\ˈatɪk], \ˈatɪk], \ˈa_t_ɪ_k]\
Definitions of ATTIC
- 2006 - WordNet 3.0
- 2011 - English Dictionary Database
- 2010 - New Age Dictionary Database
- 1913 - Webster's Revised Unabridged Dictionary
- 1919 - The Winston Simplified Dictionary
- 1920 - A practical medical dictionary.
- 1899 - The american dictionary of the english language.
- 1894 - The Clarendon dictionary
- 1919 - The Concise Standard Dictionary of the English Language
- 1914 - Nuttall's Standard dictionary of the English language
- 1874 - Etymological and pronouncing dictionary of the English language
- 1898 - American pocket medical dictionary
- 1916 - Appleton's medical dictionary
- 1871 - The Cabinet Dictionary of the English Language
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By Princeton University
By DataStellar Co., Ltd
By Oddity Software
By Noah Webster.
By William Dodge Lewis, Edgar Arthur Singer
By Stedman, Thomas Lathrop
By Daniel Lyons
By William Hand Browne, Samuel Stehman Haldeman
By James Champlin Fernald
A native of Attica; the Attic dialect of Greek. A low storey erected over a principal order, generally decorated with pilasters and a cornice, but having neither capital nor base; usually an uppermost room in a house where the ceiling is square with the sides, to distinguish it from a garret, but the latter is also frequently termed an attic. Attic wit, or Attic salt, poignant, delicate wit, such as the Athenians were famous for. Attic style, a pure, classical, and elegant style. Attic faith, inviolable faith. Attic dialect, the dialect of Greek spoken by the Athenians. Attic base, a peculiar base, consisting of an upper torus, a scotia, and lower torus, with fillets between them, used by ancient architects in the lonic order or column, and sometimes in the Doric. Attic order, an order of small square pillars at the uppermost extremity of a building. Attic storey, the upper storey of a house.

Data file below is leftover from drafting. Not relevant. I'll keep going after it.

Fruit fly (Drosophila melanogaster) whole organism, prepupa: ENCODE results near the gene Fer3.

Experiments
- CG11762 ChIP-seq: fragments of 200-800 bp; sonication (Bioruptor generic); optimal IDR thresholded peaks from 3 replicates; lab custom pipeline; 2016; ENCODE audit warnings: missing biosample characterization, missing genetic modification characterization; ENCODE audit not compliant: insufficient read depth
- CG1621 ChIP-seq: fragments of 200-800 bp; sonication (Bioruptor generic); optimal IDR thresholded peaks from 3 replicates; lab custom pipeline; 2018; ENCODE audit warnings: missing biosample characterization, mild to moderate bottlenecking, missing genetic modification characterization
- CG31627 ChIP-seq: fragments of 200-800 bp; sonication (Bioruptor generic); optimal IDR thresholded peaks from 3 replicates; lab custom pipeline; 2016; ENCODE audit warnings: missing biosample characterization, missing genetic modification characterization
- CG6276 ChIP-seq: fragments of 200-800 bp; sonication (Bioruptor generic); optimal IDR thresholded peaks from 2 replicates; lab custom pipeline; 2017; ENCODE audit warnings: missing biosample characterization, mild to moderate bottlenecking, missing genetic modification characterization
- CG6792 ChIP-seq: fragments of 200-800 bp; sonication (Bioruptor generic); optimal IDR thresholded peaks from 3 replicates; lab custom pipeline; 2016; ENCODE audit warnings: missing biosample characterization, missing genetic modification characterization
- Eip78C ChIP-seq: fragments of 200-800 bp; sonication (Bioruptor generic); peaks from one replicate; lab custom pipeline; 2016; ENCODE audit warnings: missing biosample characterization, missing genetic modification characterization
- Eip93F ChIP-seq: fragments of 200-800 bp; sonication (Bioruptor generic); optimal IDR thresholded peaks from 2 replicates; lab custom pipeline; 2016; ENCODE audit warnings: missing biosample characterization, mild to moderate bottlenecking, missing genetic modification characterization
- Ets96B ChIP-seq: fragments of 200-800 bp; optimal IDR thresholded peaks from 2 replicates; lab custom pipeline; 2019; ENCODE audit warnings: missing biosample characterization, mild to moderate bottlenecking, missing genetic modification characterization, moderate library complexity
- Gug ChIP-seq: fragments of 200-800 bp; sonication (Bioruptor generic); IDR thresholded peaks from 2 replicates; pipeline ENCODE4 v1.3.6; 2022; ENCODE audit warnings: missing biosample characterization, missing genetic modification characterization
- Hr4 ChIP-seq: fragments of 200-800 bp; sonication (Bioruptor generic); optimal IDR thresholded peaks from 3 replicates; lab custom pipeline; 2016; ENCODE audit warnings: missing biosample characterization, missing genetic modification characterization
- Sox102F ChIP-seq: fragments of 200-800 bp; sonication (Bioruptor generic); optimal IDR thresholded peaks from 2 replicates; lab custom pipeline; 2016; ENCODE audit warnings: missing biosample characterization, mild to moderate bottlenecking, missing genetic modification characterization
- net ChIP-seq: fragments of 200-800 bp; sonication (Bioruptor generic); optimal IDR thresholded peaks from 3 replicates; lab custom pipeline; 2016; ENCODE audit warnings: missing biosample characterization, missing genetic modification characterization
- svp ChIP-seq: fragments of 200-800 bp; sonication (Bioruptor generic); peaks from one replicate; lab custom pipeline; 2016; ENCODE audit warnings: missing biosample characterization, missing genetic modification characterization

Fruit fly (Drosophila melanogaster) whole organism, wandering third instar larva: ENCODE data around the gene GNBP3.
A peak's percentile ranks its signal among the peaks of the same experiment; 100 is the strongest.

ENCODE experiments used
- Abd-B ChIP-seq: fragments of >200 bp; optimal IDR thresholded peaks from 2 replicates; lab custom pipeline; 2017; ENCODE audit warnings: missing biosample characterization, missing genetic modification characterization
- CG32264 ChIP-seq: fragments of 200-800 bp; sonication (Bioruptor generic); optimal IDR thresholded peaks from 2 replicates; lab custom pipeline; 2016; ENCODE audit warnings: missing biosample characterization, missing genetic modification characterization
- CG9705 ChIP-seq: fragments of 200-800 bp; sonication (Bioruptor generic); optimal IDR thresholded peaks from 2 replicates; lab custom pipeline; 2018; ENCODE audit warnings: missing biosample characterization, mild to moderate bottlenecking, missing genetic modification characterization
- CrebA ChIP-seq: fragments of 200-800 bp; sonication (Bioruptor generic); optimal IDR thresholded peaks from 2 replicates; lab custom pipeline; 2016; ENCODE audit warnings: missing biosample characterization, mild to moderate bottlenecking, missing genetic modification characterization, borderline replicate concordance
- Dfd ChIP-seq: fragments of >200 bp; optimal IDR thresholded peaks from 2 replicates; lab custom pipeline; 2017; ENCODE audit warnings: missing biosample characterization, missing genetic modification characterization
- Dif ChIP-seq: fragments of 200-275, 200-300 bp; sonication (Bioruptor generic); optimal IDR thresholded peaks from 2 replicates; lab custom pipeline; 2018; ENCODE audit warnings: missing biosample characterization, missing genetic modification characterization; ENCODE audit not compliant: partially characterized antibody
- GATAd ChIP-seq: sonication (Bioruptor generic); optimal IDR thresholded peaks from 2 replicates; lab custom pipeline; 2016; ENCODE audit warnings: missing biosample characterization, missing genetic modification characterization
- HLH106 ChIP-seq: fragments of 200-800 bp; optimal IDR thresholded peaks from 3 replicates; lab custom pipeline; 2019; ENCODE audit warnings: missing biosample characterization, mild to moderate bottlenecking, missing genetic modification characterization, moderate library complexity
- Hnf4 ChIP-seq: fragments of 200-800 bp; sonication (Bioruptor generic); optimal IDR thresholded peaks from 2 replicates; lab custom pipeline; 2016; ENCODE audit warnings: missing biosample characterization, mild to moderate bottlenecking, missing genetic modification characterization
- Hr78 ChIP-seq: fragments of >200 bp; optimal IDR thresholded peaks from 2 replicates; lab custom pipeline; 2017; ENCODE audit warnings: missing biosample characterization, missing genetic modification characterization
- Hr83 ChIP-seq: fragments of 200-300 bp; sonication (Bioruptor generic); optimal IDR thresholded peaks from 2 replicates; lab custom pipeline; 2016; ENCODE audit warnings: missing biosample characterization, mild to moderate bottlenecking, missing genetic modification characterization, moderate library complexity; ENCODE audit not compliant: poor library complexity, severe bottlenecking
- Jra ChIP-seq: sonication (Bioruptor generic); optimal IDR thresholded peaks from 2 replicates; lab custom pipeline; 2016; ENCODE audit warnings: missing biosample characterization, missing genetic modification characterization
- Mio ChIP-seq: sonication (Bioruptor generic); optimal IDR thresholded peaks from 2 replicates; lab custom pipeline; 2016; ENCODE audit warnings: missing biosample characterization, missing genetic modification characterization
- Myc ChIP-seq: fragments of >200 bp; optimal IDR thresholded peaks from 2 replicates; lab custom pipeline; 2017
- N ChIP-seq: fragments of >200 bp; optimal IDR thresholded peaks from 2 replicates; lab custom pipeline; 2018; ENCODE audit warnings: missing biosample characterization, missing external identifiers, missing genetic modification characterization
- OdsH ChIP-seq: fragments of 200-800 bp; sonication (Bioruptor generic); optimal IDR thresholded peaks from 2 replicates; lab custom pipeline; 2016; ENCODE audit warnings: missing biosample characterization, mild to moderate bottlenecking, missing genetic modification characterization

By Nuttall, P.Austin.
By Stormonth, James, Phelp, P. H.
By Willam Alexander Newman Dorland
By Smith Ely Jelliffe